Arizona shootings prompt security questions at the Capitol
The shooting of U.S. Rep. Gabrielle Giffords and 19 others near Tuscon, Arizona over the weekend is spurring renewed concerns about security at the state Capitol. A 2009 report by the Office of the Legislative Auditor determined that the Capitol complex has “significant security vulnerabilities.”
Gov. Mark Dayton held a 10 a.m. press conference to address the shootings. After beginning with a moment of silence, Dayton said he has already spoken with Capitol Security and that he hopes to convene a meeting between his office and legislative leaders later in the week to discuss a more thoroughgoing review of security issues. But Dayton also stressed that the balance between security and openness dictates that not all such risks can be removed. For his own part, Dayton said he is opposed to proposals to use metal detectors widely at the Capitol.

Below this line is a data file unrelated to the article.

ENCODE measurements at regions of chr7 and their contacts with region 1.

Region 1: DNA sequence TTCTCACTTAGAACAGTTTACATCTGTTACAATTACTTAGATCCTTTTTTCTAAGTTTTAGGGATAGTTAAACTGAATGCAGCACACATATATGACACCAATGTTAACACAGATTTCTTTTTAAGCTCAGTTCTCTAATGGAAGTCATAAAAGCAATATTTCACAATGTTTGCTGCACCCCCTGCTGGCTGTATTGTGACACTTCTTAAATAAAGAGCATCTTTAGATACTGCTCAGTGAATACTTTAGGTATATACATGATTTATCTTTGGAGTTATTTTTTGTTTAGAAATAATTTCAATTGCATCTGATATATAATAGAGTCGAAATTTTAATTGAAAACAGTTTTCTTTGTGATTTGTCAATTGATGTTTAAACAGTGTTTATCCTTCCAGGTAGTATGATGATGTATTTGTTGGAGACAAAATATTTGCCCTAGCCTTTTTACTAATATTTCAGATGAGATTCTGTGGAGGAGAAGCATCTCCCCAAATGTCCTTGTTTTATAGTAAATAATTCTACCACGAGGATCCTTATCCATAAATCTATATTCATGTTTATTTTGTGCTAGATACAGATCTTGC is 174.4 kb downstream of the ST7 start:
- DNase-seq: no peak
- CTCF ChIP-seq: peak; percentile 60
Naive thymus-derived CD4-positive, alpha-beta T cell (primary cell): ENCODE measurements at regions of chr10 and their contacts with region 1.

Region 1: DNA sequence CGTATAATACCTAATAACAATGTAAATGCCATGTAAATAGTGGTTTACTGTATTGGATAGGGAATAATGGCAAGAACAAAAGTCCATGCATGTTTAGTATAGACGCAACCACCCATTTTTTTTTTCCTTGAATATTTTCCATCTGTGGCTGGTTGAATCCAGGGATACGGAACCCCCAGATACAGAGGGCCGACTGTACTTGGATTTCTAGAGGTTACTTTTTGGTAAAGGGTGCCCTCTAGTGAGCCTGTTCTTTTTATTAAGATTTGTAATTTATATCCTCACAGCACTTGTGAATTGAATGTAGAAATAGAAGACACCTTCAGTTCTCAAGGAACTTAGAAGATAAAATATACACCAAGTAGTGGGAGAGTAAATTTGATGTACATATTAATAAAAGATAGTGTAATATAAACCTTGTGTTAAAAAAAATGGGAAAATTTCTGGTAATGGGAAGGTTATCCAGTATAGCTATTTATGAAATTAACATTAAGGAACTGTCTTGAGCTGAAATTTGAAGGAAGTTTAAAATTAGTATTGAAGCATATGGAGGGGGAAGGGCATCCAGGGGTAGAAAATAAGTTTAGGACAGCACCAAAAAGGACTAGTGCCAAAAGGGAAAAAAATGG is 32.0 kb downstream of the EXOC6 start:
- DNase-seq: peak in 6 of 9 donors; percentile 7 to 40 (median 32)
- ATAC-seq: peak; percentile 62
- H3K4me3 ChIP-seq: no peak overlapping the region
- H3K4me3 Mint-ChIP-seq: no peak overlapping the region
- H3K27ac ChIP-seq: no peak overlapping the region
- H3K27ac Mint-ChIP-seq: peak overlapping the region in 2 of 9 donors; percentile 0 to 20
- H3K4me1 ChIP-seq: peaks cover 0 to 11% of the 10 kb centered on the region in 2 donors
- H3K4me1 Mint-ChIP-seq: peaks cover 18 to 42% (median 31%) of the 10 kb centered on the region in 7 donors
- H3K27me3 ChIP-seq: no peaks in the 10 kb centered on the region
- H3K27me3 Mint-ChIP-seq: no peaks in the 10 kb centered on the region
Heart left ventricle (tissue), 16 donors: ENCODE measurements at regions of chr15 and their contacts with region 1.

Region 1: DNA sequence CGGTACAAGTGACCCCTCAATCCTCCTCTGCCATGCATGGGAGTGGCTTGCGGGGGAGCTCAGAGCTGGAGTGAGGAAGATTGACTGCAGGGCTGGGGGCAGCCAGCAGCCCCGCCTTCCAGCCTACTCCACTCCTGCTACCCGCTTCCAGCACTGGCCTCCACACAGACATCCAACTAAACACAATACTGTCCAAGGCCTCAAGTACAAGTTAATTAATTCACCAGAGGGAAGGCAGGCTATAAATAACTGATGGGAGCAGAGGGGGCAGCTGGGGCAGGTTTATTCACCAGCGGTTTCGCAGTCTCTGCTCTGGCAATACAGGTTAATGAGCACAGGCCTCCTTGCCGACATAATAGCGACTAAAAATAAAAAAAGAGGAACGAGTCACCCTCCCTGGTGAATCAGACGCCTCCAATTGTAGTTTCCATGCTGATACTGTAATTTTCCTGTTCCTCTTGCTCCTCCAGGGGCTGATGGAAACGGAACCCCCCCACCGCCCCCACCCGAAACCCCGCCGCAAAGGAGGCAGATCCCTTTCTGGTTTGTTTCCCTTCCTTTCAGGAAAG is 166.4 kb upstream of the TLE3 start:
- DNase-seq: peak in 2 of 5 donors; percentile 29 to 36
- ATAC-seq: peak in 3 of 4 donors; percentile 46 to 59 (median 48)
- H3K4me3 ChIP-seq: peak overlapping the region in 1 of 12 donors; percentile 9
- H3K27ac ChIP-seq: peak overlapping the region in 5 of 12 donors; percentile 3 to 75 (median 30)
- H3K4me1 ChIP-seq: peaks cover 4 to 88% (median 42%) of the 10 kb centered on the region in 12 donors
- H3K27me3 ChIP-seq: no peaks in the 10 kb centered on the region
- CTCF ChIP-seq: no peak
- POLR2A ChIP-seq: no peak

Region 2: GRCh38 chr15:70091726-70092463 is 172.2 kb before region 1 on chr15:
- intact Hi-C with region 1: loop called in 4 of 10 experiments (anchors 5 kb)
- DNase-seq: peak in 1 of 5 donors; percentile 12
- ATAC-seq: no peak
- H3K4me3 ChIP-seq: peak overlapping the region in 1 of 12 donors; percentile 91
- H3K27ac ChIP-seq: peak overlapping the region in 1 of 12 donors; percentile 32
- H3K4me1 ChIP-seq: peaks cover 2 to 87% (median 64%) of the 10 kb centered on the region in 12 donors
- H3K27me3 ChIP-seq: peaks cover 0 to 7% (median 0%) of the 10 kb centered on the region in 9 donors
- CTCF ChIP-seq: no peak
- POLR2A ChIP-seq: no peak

Senate Majority Leader Amy Koch, R-Buffalo, was also pressed about security concerns at a press conference to promote legislation designed to spur job growth. Koch said that the Legislative Auditor’s report should be reviewed, but was noncommittal about whether she’d support metal detectors.
“We’d like to keep this the people’s house,” Koch said. “We’d like to keep it welcoming and friendly.”